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Wednesday, May 27, 2009

Stray dog saves another dog in heavy traffic

This is by no means Service Dog news, but it is absolutely incredible nevertheless. A stray dog wanders into traffic on a highway in Chile and is hit by oncoming traffic. Another stray dog sees the injured dog and pulls it to safety with it's paws. The injured dog lives after being spotted by highway workers.

I'll leave this video to speak for itself.

Tuesday, May 19, 2009

One of our Service Dog Registry members is in the news!

We're proud to say one of our registrants is in the news! Darlene Guthrie, a retired Police Animal Control Officer uses her dog, Fancy, to help with her epileptic seizures. She's been featured on local television news and in the newspaper.

Elkhart County Service Dog Displays a Unique Talent

by Tom Moore

South Bend Tribune Staff Writer

ELKHART — A dog left in a drop box at the Elkhart County Humane Society is making the most of a second chance at life.

Fancy, a 3-year-old Kai Ken-shepherd mix, was adopted by Darlene Guthrie in 2005, when Fancy was just 5 weeks old and weighed less than 3 pounds.

Guthrie, Elkhart Police Department’s animal rescue officer at the time, saw Fancy while dropping off a couple of other neglected dogs. It was love at first sight.

“She was so small; she looked like a kitten,” Guthrie recalled. “She kept batting her foot out of the cage. I picked her up and fell in love.”

But that was only the beginning. It wasn’t long until Guthrie noticed Fancy had a special talent — the ability to sense seizures in other dogs before they happen.

When Guthrie’s old Labrador dog began having seizures, Fancy would come to Guthrie and her husband.

“She’d come and get us and sit with the dog and us until it was over,” Guthrie said. “We just thought she was smart.”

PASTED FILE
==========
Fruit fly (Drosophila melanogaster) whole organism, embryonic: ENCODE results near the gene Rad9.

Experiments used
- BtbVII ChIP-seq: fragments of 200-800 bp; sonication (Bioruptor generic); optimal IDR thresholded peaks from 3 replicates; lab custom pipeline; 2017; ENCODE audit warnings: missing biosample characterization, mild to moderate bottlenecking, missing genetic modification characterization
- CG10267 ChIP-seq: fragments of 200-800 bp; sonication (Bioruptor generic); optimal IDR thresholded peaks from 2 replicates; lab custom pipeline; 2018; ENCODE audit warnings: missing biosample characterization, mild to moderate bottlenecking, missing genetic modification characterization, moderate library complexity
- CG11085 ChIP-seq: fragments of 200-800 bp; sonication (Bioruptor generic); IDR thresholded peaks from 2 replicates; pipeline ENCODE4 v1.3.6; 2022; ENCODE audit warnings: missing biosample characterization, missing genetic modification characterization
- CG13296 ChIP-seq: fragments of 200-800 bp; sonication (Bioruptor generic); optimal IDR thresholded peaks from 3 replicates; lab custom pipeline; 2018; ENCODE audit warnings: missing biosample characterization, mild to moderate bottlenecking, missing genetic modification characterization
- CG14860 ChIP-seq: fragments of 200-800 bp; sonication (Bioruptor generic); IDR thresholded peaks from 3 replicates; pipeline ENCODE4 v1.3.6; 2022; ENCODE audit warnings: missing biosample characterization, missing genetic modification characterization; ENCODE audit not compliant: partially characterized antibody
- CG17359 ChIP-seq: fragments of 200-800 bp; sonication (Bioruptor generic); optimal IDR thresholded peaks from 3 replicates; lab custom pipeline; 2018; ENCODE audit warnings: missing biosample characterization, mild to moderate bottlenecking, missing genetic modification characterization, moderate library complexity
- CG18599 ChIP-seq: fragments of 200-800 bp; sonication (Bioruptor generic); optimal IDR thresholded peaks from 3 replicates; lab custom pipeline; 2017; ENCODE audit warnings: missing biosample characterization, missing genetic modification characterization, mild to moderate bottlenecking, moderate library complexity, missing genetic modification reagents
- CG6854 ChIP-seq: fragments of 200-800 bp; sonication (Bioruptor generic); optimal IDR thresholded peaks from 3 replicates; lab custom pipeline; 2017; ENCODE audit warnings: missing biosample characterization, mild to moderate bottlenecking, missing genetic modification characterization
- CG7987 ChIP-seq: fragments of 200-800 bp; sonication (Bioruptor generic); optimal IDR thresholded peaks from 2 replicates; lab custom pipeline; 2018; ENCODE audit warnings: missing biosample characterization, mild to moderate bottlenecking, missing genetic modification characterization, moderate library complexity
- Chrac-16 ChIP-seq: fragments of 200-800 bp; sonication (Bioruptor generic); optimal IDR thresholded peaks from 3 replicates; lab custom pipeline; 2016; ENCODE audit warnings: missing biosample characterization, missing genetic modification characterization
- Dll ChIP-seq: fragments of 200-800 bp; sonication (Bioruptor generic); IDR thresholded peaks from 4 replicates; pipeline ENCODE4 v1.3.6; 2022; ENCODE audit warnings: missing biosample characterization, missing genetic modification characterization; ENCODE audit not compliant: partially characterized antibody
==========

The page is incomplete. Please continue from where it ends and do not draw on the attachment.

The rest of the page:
Guthrie researched procedures to have a dog become a certified work dog and has been working with Fancy for the past several years. Fancy is registered with the United States Service Dog Registry and is considered a service dog.

But Fancy really did have a special talent, apart from being intelligent, and it wasn’t just sensing seizures in other dogs. Guthrie found that out when she developed epilepsy and began having seizures herself in September.

“I knew it was coming when she’d come up to me,” said Guthrie, who owns other dogs. “All you can do is lie down. She would actually stand over me, so my other dogs wouldn’t step over me. She literally stands over me and pushes the dogs off.

“I know I can trust her. I know exactly what she’s trying to tell me. I take her everywhere, now.”

Fancy would alert her owner about 15 seconds before a seizure, come over to her and start shaking.

Because of medication, Guthrie rarely has seizures anymore, but her condition did force her to retire recently from the Police Department, a job she loved for the past 20 years — 12 serving as the animal rescue officer.

Fancy is now Guthrie’s full-time service dog.

“Most service dogs do not want you to pet them,” Guthrie said. “Not because they’re not social, but because they’re working. But I have a sign around her in public that says, ‘I’m friendly, please pet me.’ ”

Monday, May 11, 2009

Dogs for the Deaf leads the way with Autism Assistance Dog training